36 Cervical Vertebrae Seven vertebrae (C 1 -C 7 ) are the smallest, lightest vertebrae C 3 -C 7 are distinguished with an oval body, short spinous processes, and large, triangular vertebral foramina Each transverse process contains a transverse foramen

37 Cervical Vertebrae Table 7.2

38 Cervical Vertebrae: The Atlas (C 1 ) The atlas has no body and no spinous process It consists of anterior and posterior arches, and two lateral masses The superior surfaces of lateral masses articulate with the occipital condyles

39 Cervical Vertebrae: The Atlas (C 1 ) Figure 7.16a, b

40 Cervical Vertebrae: The Axis (C 2 ) The axis has a body, spine, and vertebral arches as do other cervical vertebrae Unique to the axis is the dens, or odontoid process, which projects superiorly from the body and is cradled in the anterior arch of the atlas The dens is a pivot for the rotation of the atlas

41 Cervical Vertebrae: The Axis (C 2 ) Figure 7.16c

42 Cervical Vertebrae: The Atlas (C 2 ) Figure 7.17a

43 Thoracic Vertebrae There are twelve vertebrae (T 1 -T 12 ) all of which articulate with ribs Major markings include two facets and two demifacets on the heart-shaped body, the circular vertebral foramen, transverse processes, and a long spinous process The location of the articulate facets prevents flexion and extension, but allows rotation of this area of the spine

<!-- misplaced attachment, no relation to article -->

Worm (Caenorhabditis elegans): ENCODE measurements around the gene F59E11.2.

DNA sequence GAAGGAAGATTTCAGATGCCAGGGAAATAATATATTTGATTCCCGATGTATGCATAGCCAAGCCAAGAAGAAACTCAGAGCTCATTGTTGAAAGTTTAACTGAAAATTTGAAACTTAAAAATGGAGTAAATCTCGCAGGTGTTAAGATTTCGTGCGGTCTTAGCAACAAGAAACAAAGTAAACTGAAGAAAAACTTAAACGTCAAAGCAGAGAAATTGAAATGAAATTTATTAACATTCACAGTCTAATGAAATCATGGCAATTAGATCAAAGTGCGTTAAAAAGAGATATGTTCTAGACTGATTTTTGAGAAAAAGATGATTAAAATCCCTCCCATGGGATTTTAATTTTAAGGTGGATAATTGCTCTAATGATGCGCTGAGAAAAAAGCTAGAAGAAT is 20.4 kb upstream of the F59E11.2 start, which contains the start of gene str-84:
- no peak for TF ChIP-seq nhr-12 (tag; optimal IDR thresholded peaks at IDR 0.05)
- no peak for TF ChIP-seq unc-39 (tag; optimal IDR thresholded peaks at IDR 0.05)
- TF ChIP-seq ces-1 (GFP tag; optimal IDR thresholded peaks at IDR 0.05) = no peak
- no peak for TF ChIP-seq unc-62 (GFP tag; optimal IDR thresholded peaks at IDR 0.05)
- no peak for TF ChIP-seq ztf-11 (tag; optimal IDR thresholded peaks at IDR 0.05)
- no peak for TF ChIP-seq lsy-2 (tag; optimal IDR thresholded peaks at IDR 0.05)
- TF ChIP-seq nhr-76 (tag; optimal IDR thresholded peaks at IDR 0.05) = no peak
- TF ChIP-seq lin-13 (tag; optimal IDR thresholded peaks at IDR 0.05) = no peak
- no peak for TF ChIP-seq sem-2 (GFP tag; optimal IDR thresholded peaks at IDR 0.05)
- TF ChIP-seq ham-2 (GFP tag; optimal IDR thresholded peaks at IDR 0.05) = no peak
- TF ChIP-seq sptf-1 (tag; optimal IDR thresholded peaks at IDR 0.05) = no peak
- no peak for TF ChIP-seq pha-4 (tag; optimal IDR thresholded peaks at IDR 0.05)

44 Thoracic Vertebrae Figure 7.17b

45 Lumbar Vertebrae The five lumbar vertebrae (L 1 -L 5 ) are located in the small of the back and have an enhanced weight-bearing function They have short, thick pedicles and laminae, flat hatchet-shaped spinous processes, and a triangular-shaped vertebral foramen Orientation of articular facets locks the lumbar vertebrae together to provide stability

46 Lumbar Vertebrae Figure 7.17c

47 Sacrum –Consists of five fused vertebrae (S 1 -S 5 ), which shape the posterior wall of the pelvis –It articulates with L 5 superiorly, and with the auricular surfaces of the hip bones –Major markings include the sacral promontory, transverse lines, alae, dorsal sacral foramina, sacral canal, and sacral hiatus

48 Coccyx Coccyx (Tailbone) –The coccyx is made up of four (in some cases three to five) fused vertebrae that articulate superiorly with the sacrum

49 Sacrum and Coccyx: Anterior View Figure 7.18a